Above: Group photo at the conclusion of the Fair Trade Leadership Development session at Temple University.
On March 17, 2012, a training session was held at Temple University for college/university students and faculty (as well as K-12 teachers and students!) for leadership development in the Fair Trade movement. Students and faculty were in attendance from Temple University, Drexel University, Lehigh University, Haverford College, Cabrini College, Villanova University, American University in DC, and our own Penn State Brandywine (Dr. G, Sara, and Bryan). The topics of discussion for the day included a background on Fair Trade, how to build a local effort on our campuses, what to include in a Fair Trade elevator pitch, sustaining our efforts, building a coalition, and fundraising.
Sara’s takeaways from the session: (1) I didn’t know that Ben & Jerry’s has a Campus Consciousness Campaign. This is a really cool way to strengthen the movement’s college-aged supporters. I think college students can be very passionate and willing to take risks, so it’s important that Ben & Jerry’s has this campaign! (2) The Fair Trade movement is designed not to be a charity, but to empower farmers and artisans. I love that this is a sustainable business partnership that provides workers with the opportunity to maximize their skills, keep a job, and learn to use their pay to support their families; and (3) The most important message I took away from this workshop is that relationships create change. The workshop leader, Steve Honeyman said, “All power is in relationships,” and I believe this to be true. The best way to teach people about the Fair Trade movement is to talk to them one on one; tell them your story, how you were inspired to learn more about Fair Trade… the motivation to make change is all in those one on one interactions!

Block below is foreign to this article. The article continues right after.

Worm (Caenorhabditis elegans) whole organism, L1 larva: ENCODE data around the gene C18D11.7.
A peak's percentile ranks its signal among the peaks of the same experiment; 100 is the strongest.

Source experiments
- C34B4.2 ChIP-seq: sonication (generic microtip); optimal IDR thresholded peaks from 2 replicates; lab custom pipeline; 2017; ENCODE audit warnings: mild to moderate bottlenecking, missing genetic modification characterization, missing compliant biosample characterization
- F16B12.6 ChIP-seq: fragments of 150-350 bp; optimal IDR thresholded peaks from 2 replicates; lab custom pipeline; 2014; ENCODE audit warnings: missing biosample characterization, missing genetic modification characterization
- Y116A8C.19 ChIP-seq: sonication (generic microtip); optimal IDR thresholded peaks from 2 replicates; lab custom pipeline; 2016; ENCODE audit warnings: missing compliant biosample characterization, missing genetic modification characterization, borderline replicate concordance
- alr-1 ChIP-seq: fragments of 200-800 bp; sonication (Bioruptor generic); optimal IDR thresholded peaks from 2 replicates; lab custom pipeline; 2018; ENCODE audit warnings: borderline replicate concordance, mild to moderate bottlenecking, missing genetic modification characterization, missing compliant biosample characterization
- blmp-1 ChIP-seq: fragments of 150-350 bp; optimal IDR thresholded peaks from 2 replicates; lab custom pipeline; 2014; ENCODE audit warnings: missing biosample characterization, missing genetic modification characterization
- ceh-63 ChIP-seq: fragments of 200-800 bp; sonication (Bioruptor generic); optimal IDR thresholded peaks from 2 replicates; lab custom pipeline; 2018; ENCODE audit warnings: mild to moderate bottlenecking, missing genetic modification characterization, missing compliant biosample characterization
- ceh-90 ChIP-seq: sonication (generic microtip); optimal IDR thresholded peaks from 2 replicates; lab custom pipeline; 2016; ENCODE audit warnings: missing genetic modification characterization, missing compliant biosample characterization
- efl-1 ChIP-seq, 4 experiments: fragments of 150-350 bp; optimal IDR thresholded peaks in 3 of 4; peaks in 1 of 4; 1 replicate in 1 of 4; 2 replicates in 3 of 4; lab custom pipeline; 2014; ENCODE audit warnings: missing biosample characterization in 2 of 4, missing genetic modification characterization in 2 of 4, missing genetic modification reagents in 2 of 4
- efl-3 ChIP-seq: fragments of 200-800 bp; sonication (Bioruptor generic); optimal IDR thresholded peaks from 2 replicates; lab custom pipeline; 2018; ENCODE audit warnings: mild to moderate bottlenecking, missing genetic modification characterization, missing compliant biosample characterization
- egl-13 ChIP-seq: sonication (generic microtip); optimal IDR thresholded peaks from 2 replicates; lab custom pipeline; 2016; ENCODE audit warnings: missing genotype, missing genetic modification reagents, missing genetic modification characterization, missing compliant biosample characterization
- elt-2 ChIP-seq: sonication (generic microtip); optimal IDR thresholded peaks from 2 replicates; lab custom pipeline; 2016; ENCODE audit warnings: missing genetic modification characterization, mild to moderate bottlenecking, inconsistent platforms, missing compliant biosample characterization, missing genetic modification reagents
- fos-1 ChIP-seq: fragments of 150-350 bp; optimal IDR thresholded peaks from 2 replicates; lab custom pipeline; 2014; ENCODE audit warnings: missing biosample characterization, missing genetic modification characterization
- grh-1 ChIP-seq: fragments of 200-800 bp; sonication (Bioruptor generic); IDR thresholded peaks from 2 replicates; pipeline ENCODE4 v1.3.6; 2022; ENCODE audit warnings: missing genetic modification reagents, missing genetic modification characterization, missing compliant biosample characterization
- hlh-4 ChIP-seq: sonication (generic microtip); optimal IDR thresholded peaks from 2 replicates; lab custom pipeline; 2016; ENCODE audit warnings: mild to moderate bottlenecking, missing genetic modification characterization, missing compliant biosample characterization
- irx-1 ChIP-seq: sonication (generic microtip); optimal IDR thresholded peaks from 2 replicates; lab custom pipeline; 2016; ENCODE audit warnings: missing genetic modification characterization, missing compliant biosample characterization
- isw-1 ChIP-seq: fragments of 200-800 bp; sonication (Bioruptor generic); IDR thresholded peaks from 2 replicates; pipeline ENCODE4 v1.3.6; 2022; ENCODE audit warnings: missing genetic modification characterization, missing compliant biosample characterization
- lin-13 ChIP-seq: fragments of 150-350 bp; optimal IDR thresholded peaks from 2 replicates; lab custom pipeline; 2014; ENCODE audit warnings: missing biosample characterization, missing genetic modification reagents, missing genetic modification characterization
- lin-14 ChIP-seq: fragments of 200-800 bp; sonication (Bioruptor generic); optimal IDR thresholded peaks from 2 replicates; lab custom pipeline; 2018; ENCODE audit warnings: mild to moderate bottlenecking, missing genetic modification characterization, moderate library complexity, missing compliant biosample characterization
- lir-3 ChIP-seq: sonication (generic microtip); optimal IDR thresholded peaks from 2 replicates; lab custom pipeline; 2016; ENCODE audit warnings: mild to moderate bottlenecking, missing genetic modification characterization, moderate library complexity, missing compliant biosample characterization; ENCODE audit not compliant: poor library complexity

Bryan’s takeaways from the session: (1) That Aramark, Bon Appetit, Sodexho, etc., already are not only aware of Fair Trade but are including Fair Trade products in their catalog(s). Although it would seem that they are not actively pushing Fair Trade the way Ben & Jerry’s do it, for example, it is still a step in the right “corporate” direction; (2) In our discussion relating to Fair Trade certification, the idea of cutting out the ” Middleman” was brought out. I BELIEVE this a very key component of the Fair Trade movement. In these times of corporate & individual greed , there will always be attempts to “regulate” the flow of Fair Trade (esp. in world trade). I was very impressed with this aspect of Billy’s & Steve’s inclusion of this topic. Hopefully, when we attend major conferences, this point will be discussed at length; and (3) The discussion of raising money and finding funding for our project(s) inpired me. After opening a business of my own and developing business plans for others, Fair Trade will need funding sources to grow it. My feeling is that we have a fantastic product with a bright future and I think the fire is HOT for Fair Trade.
Dr. G’s takeaways from the session: (1) I picked up many quotes that are short but clearly communicate what Fair Trade represents. For example, “Fair Trade is not a charity but a system of empowerment,” and “Fair Trade is not a hand out but a hand up.” And I’ll never forget Billy’s LOFTy goals – that’s local, organic, Fair Trade! These quotes are good to remember and even better to use in conversation; (2) A great question was asked in the middle of the day – “What was your biggest turning point in Fair Trade?” This is an important question all of the Penn State Brandywine students involved in our efforts should reflect upon and be able to answer; and (3) That myself as a faculty member and the students can do all the education and awareness campaigns they want, but it is the act of PURCHASING that needs to occur for Fair Trade to succeed and continue its expansion.
Below: Sara Neville and Bryan Marton, student attendees from the Penn State Brandywine Fair Trade Trailblazers!